Search for Missing Beneficiaries – Probate Case Study
14 June 2017
Co-op Probate was instructed to administer the Estate of Mr V, who had died without making a Will. Mr V was a man in his late eighties, who had never been married and did not have any children. We were instructed by his brother, who was only a year younger than Mr V himself, and was reluctant to deal with the Estate himself.
Mr V’s Estate itself was relatively straightforward, he lived in rented accommodation, and the assets consisted of bank accounts with two different institutions worth approximately £60,000, and a private pension which needed to be cancelled.
Mr V was one of ten brothers and sisters. He was survived by two of his brothers, while the other seven siblings had all died before him, with the majority of them having left children.
With our Probate Complete Service we take full responsibility for obtaining Grant of Probate and dealing with the Legal, Tax (excl VAT), Property and Estate Administration affairs*.
How We Helped
We verified that Mr V’s brother was entitled to administer the Estate under the Rules of Intestacy. We quickly valued the Estate and applied for a Grant of Representation on behalf of Mr V’s brother.
The challenge came in locating, contacting and verifying all of the Beneficiaries entitled to a share of the Estate. Under the Rules of Intestacy the Estate would pass to Mr V’s brothers and sisters, and where they had died before Mr V, their share would pass to their children.
Mr V’s brother provided us with a small amount of information at the outset, including the names and addresses of his surviving brother, and some of his nephews and nieces.
We began our search by contacting the known family members and asking them to provide us with as much information as possible about themselves and their immediate families.
The responses we received varied greatly. Some people had little to no knowledge of their own families, while some people were able to draw on their own amateur research to provide us with either the necessary birth, marriage and death certificates, or information so that we could obtain these on behalf of the Estate.
Our research led us to find Beneficiaries throughout the country, from Newcastle upon Tyne to Plymouth, and even as far afield as Australia.
Slowly, through a mixture of genealogical research and assistance from the Beneficiaries as they became known to us, we build up a picture of the family tree.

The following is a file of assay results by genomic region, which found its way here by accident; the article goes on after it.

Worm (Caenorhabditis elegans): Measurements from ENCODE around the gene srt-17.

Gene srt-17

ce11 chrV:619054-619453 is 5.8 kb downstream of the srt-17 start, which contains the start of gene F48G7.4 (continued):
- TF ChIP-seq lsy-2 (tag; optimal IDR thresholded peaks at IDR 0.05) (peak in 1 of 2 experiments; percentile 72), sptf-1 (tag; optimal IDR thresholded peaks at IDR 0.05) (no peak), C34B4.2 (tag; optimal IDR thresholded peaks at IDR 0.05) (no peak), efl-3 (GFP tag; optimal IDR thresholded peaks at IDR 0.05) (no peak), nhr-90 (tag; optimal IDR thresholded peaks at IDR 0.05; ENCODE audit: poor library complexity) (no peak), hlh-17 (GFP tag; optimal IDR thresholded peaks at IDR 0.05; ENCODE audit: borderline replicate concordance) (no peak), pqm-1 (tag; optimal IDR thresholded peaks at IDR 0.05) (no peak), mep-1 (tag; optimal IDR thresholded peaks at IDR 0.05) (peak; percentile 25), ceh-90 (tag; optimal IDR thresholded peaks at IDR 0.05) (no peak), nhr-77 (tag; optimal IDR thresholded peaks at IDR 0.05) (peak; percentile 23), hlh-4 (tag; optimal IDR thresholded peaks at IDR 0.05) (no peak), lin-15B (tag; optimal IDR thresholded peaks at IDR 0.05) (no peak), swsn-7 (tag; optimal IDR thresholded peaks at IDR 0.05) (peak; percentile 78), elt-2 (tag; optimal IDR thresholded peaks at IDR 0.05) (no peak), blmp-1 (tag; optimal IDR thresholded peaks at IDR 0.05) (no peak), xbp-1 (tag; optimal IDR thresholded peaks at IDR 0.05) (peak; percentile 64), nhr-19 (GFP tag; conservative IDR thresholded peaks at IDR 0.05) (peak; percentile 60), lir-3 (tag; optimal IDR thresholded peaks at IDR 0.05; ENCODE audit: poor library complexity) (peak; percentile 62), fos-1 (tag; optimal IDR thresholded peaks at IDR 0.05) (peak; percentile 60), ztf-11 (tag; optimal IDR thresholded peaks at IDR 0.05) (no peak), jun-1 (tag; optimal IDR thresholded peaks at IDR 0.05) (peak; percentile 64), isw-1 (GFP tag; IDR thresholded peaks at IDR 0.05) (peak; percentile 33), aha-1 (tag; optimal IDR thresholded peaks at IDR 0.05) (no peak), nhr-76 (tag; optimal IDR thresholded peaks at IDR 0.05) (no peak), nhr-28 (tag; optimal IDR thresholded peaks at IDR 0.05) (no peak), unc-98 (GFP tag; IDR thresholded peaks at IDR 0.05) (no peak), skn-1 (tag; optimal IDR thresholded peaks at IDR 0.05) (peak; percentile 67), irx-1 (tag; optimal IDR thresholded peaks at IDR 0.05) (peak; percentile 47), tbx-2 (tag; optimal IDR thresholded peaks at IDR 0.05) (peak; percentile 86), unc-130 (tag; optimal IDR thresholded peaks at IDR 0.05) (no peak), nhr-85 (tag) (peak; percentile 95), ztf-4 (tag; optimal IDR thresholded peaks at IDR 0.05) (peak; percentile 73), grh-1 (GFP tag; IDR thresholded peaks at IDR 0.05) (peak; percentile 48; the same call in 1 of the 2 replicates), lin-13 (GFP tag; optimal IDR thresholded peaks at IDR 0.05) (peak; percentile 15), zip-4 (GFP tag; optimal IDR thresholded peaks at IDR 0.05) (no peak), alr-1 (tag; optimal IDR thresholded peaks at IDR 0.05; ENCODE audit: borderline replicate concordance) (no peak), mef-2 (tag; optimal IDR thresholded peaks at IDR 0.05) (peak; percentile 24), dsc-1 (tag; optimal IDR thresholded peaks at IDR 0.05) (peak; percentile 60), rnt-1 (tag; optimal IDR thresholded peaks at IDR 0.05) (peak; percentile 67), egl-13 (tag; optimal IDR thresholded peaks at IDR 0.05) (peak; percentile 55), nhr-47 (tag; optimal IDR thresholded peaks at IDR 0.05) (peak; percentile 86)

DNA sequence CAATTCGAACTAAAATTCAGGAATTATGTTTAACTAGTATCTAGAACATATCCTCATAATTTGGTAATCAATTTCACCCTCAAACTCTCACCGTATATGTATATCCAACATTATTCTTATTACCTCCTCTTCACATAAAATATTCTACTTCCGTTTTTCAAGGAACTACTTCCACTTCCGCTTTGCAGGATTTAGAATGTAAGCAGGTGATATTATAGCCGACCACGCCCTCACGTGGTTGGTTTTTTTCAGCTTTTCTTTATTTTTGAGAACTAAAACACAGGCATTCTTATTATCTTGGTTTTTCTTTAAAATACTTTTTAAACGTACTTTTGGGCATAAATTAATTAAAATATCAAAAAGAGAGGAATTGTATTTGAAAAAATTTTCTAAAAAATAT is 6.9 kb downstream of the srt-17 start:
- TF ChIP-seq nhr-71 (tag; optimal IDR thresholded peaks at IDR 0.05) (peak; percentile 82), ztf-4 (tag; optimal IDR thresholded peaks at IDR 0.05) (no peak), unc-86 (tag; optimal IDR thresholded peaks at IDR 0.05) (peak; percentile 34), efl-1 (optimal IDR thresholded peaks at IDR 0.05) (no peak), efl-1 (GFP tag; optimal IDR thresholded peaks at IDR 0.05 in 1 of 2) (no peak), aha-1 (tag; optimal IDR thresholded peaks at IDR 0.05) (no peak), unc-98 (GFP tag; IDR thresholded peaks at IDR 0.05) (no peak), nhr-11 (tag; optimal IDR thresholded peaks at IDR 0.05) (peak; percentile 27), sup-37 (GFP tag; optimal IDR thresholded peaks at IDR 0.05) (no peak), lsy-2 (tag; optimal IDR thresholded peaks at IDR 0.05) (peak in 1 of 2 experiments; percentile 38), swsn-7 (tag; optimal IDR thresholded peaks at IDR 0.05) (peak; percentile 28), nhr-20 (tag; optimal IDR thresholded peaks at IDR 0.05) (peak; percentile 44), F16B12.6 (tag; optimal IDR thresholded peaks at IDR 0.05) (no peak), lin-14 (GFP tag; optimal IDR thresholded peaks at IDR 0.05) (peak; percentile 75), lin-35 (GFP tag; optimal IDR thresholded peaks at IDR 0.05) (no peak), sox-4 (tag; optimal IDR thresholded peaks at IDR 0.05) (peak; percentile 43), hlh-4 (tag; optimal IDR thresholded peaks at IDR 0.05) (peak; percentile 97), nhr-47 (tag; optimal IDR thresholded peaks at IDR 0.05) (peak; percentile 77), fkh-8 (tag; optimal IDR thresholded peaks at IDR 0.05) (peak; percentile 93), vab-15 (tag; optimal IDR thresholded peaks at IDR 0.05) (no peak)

We reached a particular obstacle in our research when it came to light that one of Mr V’s nephews had not been heard of or had any contact with the family for over fifteen years.
Gathering as much information as possible into his last known whereabouts, we instructed tracing agents who successfully located and contacted him. At the request of his brothers and sisters, we have passed on their contact details to him, and we understand that they have now been able to reconnect with their previously estranged brother as a result.
We successfully obtained a Grant of Representation from the Court to close Mr V’s bank accounts, and settle any debts, liabilities and administration expenses.
With the assistance of our tracing agents we located, contacted and verified a total of 19 Beneficiaries entitled to a share of the Estate. We made a full family tree and genealogical report.
We calculated the final share of the Estate that each Beneficiary would receive. Under the Rules of Intestacy, each of Mr V’s nieces and nephews received a fraction of the share that their mother or father would have received from the Estate. Many of them were surprised to learn that they would not all receive the same amount of the Estate, and that their share was dependent on the number of brothers and sisters they each had.
What was a relatively small value Estate ended up taking nearly eighteen months to complete, purely because Mr V did not leave a Will. This has prompted several of the Beneficiaries to make a Will to ensure a similar scenario for their own Estates is avoided.
Mr V’s nephew Mr G wrote, “Just a brief note to say a big thank you. It has obviously been a marathon journey for you tracing all these characters so well done!!”
Mr V’s niece Mrs S wrote, “Thank you for your efforts in tracing all the nieces and nephews. It must have taken a great deal of patience and perseverance.”
Co-op Legal Services is the largest provider of Probate and Estate Administration services in England and Wales, trusted to deal with over £1.3 billion in Estates annually.
*We can also pay all the costs of a Co-op Funeralcare funeral, providing the Estate owns sufficient assets which can be sold in due course to repay our costs.